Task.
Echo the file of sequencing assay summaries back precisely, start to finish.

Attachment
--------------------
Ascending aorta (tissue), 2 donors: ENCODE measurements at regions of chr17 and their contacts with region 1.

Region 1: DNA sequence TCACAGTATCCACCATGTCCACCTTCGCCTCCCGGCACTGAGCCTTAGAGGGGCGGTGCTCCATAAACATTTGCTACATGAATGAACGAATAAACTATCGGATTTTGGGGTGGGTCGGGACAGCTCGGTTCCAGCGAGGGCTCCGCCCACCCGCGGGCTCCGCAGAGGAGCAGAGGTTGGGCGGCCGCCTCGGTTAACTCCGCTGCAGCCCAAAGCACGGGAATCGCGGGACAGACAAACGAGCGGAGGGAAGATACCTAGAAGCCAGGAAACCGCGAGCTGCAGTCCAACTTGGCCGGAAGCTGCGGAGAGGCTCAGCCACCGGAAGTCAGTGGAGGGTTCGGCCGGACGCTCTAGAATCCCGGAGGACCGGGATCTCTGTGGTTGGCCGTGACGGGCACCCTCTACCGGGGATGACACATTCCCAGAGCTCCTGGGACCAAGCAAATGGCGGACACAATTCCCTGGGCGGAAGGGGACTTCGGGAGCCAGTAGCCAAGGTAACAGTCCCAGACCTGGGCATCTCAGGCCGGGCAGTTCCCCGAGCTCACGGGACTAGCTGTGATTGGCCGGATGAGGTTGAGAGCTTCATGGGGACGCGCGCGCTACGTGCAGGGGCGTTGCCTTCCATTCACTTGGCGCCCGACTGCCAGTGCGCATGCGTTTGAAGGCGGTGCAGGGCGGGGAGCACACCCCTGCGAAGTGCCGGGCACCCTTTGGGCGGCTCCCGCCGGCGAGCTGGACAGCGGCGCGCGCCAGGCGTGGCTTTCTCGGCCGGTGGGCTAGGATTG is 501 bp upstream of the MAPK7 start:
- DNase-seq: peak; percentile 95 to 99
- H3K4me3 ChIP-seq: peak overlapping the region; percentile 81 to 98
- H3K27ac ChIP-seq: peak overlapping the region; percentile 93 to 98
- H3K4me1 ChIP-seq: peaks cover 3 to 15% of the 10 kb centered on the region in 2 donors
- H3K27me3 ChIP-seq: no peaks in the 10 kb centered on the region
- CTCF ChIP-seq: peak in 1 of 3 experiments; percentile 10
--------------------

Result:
Ascending aorta (tissue), 2 donors: ENCODE measurements at regions of chr17 and their contacts with region 1.

Region 1: DNA sequence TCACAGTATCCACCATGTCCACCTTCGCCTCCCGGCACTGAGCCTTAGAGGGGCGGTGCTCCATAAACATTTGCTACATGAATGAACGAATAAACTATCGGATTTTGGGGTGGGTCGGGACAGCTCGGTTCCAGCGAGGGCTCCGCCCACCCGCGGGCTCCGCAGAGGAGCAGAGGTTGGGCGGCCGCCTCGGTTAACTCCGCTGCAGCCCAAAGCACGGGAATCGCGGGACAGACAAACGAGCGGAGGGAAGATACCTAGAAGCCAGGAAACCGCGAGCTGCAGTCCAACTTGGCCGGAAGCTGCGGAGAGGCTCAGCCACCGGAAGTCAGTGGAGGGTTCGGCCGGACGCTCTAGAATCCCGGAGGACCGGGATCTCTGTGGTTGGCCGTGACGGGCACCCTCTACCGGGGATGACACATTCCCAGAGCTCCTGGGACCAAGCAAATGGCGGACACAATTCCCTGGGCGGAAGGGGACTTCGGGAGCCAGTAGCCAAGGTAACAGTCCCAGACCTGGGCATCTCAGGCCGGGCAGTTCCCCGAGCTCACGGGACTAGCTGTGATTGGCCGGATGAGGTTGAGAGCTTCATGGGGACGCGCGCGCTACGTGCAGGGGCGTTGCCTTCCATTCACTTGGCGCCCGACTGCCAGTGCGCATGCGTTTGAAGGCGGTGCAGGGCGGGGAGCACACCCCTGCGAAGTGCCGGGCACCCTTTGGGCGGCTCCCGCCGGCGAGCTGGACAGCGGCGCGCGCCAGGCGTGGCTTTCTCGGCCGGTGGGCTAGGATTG is 501 bp upstream of the MAPK7 start:
- DNase-seq: peak; percentile 95 to 99
- H3K4me3 ChIP-seq: peak overlapping the region; percentile 81 to 98
- H3K27ac ChIP-seq: peak overlapping the region; percentile 93 to 98
- H3K4me1 ChIP-seq: peaks cover 3 to 15% of the 10 kb centered on the region in 2 donors
- H3K27me3 ChIP-seq: no peaks in the 10 kb centered on the region
- CTCF ChIP-seq: peak in 1 of 3 experiments; percentile 10